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(12)

applied to eq. (8). By doing so, one obtains

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(13)

which can be rearranged as follows:

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(14)

such that the total energy of a the valence system is now entirely driven by the quantum potential:

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(15)

At this point, one can see that when turning to electronegativity and combining eq. (15) with DFT definition (3), one obtains a generalization of the previous Boeyens formulation [6]:

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(16)

which is the variation in the quantum potential with electron exchange under a constant classical or external potential.

However, for a quantum characterization of the valence state, we are interested in how the energy described by eq. (15) varies under a quantum potential (10)

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(17)

when the above relations (6) and (10) are substituted into eq. (15).

It is worth noting that although we obtained the total energy (17) in the Bohmian mechanics context, it showcases a clear electronic density dependency, not under a density functional (as DFT would require) but merely as a spatial function, which is a direct reflection of the entanglement behavior of Bohmian theory through the involvement of a quantum potential. However, in most cases, and especially for atomic systems, eq. (17) will yield numerical values under custom density function realizations.

Golden ratio imbalance for valence states of atoms

Atomic stability and periodicity remain major issues in the structural theories of matter; fortunately, they both have been largely solved by wave-particle (W/P) complementarily quantum behavior; phenomenologically, such relationship can be expressed as “WAVEPARTICLE = constant”, while it may be quantized (by Planck’s constant h) in the light of Heisenberg principle as [36]

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(18a)

Remarkably, when fixing the particle’s observable property, say O, while letting wave information to vary, say ΔO, equation (18a) takes the workable form

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(18b)

having as the preeminent realization the Bohr-de Broglie formulation a, leading with the first rationalization of the atomic periodicity [37]. However, when about the atomic chemical reactivity a similar analysis may be provided in terms of the number of electrons to atomic number ratio (N/Z): one may fix the observable (“particle”) character of the reactive atomic system by the ratio itself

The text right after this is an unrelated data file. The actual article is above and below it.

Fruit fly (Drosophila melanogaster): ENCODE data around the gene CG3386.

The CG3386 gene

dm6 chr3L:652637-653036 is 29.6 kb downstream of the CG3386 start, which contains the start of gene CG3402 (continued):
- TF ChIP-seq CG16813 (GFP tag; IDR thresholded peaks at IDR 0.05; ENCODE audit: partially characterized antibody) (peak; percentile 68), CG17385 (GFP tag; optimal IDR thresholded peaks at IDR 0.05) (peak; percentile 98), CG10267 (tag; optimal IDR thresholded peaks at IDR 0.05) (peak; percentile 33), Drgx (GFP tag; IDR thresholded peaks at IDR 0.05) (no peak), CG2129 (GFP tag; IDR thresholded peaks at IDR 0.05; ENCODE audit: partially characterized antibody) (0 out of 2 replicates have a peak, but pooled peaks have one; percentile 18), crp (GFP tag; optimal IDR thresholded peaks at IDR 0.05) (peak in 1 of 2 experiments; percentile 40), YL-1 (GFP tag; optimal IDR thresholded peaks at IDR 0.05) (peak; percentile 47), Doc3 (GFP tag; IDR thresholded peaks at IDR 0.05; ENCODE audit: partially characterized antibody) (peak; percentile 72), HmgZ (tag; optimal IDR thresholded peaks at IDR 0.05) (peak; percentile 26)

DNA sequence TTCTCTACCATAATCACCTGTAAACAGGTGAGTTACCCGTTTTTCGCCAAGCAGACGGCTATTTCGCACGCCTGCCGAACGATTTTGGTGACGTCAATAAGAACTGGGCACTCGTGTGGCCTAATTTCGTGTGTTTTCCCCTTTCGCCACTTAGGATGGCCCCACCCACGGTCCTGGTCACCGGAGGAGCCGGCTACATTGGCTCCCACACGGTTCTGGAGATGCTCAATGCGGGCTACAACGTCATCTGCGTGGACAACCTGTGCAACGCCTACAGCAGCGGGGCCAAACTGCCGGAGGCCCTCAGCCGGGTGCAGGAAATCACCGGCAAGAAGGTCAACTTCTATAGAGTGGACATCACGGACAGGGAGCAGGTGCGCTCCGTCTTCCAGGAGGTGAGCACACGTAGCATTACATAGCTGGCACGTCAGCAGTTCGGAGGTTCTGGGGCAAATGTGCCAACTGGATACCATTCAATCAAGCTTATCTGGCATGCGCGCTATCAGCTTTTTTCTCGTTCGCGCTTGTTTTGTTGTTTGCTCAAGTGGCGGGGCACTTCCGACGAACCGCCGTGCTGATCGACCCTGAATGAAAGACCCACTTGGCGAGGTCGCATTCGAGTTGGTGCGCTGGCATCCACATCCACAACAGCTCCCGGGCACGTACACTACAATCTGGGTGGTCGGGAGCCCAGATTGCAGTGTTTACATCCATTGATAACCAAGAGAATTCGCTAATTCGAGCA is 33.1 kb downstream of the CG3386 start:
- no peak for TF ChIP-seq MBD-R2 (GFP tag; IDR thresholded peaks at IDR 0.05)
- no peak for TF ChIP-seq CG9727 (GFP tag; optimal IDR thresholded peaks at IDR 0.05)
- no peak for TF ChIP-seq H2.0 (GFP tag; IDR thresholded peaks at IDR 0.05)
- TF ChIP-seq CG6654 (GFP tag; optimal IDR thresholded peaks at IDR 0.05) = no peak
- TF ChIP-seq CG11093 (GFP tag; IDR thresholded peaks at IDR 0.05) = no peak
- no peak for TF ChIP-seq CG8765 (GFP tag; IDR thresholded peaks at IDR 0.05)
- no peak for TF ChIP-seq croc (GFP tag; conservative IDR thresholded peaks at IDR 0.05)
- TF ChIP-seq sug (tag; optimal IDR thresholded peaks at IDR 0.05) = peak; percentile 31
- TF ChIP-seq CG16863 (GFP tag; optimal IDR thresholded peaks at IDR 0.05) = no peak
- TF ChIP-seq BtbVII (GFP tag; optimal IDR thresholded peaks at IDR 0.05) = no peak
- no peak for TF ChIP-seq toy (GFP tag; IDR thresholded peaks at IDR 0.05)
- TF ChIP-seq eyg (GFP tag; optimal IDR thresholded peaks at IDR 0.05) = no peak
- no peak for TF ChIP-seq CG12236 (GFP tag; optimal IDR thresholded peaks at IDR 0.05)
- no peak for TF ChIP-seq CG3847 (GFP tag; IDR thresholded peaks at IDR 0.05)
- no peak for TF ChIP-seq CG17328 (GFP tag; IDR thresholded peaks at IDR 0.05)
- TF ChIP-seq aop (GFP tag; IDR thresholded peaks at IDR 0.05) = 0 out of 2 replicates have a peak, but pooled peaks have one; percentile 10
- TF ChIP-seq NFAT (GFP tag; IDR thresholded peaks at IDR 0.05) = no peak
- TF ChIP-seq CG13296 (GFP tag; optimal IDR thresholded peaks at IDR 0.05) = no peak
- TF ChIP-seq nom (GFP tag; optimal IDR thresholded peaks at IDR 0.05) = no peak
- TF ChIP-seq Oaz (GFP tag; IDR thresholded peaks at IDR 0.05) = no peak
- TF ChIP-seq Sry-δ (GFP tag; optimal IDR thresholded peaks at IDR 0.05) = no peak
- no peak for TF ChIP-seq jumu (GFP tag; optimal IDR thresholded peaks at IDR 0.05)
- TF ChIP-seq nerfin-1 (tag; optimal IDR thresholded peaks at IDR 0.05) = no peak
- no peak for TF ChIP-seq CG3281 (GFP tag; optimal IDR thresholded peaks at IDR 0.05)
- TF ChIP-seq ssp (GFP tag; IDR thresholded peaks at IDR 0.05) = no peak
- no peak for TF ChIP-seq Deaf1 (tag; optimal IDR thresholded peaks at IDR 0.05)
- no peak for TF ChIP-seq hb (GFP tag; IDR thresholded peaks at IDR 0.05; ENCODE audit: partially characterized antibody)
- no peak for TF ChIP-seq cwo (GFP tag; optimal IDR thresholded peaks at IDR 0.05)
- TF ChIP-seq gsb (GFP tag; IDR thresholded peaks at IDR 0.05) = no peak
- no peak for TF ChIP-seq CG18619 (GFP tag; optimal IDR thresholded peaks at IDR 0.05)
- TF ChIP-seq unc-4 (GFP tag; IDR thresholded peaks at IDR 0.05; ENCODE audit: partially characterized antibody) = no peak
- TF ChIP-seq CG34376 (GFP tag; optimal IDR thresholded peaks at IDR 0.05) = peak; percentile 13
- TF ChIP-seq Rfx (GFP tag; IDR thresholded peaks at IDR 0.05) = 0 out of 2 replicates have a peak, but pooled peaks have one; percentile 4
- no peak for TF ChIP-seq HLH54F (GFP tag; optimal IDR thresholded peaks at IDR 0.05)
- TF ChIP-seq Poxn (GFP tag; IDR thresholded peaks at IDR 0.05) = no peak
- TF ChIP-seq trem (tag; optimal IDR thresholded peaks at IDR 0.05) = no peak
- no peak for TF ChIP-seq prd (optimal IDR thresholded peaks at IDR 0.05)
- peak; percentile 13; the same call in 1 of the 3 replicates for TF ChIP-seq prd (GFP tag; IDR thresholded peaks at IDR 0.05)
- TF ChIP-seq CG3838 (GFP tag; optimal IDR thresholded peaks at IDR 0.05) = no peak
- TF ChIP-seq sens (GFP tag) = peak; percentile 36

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(19a)

while modeling its evolving (“wave”) character by the natural variation of the previous ratio in terms of exchanged electrons respecting the neutral state:

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(19b)

When combining eqs. (19a) and (19b) into eq. (18b) on the lowest quantized state (nO=1), the “ground state” of atomic reactivity that is the atom in its valence state so to speak, and within atomic units’ formulation (i.e. by putting h=1, since the actual reactivity quantification involves only numbers with no dimension), one has the so called Heisenberg imbalance equation for valence atoms

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(20a)

that can be rewritten as

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(20b)

Eq. (20b) has the elementary acceptable solution

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(21a)

which establishes, the direct “chemical” connection between the number of electrons and the atomic charge by means of the golden ratio

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(21b)

generalizing the “physical” connection between nuclear (cosmic) synthesis at high pressure and atomic stability in the gas phase (Z=N); one has therefore the actual physical-to-chemical electronic charge – atomic number relationships

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(22)

Worth remarking the results of type (20) and (22), here based on chemical reactivity specialization of Heisenberg type equations (18a) and/or (18b), were previously obtained at the level of neutron-protonic imbalance, inside the atomic nuclei, based on well-founded empirical observations [6]. The present golden ratio appearance is ultimately sustained also by the deviation from the N=Z condition for so-called “quark atoms” (as another way in considering the atoms in a quantum valence state), earlier identified as true matter’s entities responsible for matter’s reactivity at the atomic level [38].

Therefore the atomic structure branching (22) can be regarded as the present golden ratio extension to valence atom and as such employed; actually, its consequences regarding the characterization of the quantum valence states of atoms within the Bohmian quantum potential are the main aims of the present endeavor and will be discussed next.

Atomic implementation and discussion

On Slater density for valence atoms

Density is considered a “goldmine” in current computational and conceptual quantum chemistry due to its link with observable quantities, energy density functionals in particular, as celebrated by DFT [13,20,39,40]. However, to quantitatively approach the chemical phenomenology presented in Figure 1, involving the ionization-to-affinity atomic description, the general Slater [33] density (involving the orbital parameter ξ dependency) will be here employed for the first trial on modeling the combined Bohmian and gold-ratio features of valence atom; it assumes the general (trough still crude) working form:

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(23a)

For the reactivity at the valence atomic level, or for some outer shell (n) considered at the atomic frontier, one may assume almost electronic free motion or at least electronic motion under almost vanishing nuclear potential V(r); this way the density (23a), while entering the quantum potential (10) recovers the negative kinetic energy by the virial identity (14). Analytically, since eqs. (6), (10) and (23a), one has ∇ r2ρ1/2 = ξ2ρ1/2 and the actual valence atomic virial realization looks like